“If there are special dangers for humans or animals in places such as the bathing area at Teufelssee (lake), appropriate measures must be taken to avert these dangers,” he said.

Wild boars are regularly culled by licensed hunters in Berlin and the rest of Germany to keep numbers down and to fend off diseases such as African swine fever.

Every year, 1,000 to 2,000 wild boars are shot in Berlin.

The population in Berlin alone is estimated to hover around 3,000, with sightings are becoming more common.

READ ALSO: 'No longer fearful': How wild boars are thriving in Berlin

They often venture into residential areas looking for food, as appeared to be the case during the incident last week, and have been known to attack humans.

“Many of us were scared but the wild boars seemed to be peaceful,” Landauer, the Berlin-based life coach, wrote as she shared photos of the animals on Instagram two weeks ago. 

“After they ate a pizza from a backpack of a man who was taking a swim in the lake they were looking for a dessert. They found this yellow bag and decided to take it away.”

Franusch urged people visiting the lake to avoid leaving food or rubbish behind, as this would only encourage the creatures.

With reporting from AFP.

Member comments

  1. So if this is the way to deal with animals dangerous to humans, I can imagine a lot of people that need to be shot in Berlin. Shooting these animals makes as much as sense as shooting your average thief on Kotti stealing your backpack. Signed the petition.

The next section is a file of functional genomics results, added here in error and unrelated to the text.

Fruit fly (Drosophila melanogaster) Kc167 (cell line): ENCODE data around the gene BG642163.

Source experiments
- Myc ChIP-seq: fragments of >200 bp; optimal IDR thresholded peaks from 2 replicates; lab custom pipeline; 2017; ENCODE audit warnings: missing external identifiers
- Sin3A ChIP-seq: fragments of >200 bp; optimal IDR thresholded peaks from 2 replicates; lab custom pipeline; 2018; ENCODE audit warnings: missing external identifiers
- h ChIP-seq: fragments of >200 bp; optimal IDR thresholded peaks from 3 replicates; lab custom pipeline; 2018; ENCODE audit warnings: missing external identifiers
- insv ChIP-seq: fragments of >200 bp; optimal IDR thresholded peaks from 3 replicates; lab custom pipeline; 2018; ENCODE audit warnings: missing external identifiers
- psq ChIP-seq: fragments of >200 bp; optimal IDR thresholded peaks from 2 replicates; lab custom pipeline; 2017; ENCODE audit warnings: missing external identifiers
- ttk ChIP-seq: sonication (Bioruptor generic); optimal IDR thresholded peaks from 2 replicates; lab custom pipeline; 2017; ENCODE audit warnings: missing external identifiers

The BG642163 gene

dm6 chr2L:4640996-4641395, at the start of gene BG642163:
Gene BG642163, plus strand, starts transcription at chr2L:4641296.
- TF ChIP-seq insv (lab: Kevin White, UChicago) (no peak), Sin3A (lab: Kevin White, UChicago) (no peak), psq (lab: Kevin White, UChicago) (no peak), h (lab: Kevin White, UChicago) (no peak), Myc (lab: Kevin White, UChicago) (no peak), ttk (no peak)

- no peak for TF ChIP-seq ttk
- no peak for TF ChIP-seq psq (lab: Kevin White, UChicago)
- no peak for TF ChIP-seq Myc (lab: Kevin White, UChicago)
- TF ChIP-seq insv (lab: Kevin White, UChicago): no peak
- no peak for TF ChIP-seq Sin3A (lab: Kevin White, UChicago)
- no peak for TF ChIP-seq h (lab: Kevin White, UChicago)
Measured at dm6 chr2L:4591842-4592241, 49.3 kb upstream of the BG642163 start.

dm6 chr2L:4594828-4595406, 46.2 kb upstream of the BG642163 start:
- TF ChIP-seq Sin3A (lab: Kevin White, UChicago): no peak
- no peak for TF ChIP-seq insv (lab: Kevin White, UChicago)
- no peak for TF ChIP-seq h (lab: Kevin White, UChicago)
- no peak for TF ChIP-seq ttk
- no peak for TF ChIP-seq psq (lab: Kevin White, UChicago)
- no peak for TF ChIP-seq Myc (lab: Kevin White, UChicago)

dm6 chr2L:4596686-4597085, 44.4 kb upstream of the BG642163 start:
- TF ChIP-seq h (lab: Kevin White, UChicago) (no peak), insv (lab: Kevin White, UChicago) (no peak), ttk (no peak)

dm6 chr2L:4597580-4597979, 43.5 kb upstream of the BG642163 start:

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ALMEDALEN 2022

Green Party leader: ‘Right-wing parties want to push us out of parliament’

Per Bolund, joint leader of Sweden's Green party, spoke for thirteen and a half minutes at Almedalen before he mentioned the environment, climate, or fossil fuels, in a speech that began by dwelling on healthcare, women's rights, and welfare, before returning to the party's core issue.

Green Party leader: 'Right-wing parties want to push us out of parliament'

After an introduction by his joint leader Märta Stenevi, Bolund declared that his party was going into the election campaign on a promise “to further strengthen welfare, with more staff and better working conditions in healthcare, and school without profit-making, where the money goes to the pupils and not to dividends for shareholders”. 

Only then did he mention the party’s efforts when in government to “build the world’s first fossil-free welfare state”.